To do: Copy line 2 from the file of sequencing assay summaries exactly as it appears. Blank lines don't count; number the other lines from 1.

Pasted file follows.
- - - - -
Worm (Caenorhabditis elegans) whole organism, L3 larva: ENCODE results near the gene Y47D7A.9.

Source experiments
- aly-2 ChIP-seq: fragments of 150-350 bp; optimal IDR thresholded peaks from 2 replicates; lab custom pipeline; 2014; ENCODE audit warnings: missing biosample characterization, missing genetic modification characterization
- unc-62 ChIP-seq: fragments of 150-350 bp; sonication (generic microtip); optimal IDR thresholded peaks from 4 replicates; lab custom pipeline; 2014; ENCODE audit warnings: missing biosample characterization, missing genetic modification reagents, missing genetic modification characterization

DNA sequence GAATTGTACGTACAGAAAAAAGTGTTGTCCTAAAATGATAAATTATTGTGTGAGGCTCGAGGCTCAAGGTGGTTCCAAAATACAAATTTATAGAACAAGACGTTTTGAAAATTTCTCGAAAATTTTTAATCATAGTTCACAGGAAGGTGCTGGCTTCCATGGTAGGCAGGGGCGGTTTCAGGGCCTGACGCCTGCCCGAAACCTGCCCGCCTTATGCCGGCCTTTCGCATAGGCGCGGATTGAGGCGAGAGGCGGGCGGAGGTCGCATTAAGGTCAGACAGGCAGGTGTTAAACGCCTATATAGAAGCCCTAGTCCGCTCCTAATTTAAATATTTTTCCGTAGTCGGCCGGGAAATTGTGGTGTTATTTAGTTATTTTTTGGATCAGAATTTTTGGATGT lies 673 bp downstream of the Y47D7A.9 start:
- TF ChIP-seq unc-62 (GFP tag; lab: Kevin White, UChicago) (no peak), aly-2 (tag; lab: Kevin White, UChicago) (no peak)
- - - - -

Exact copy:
Source experiments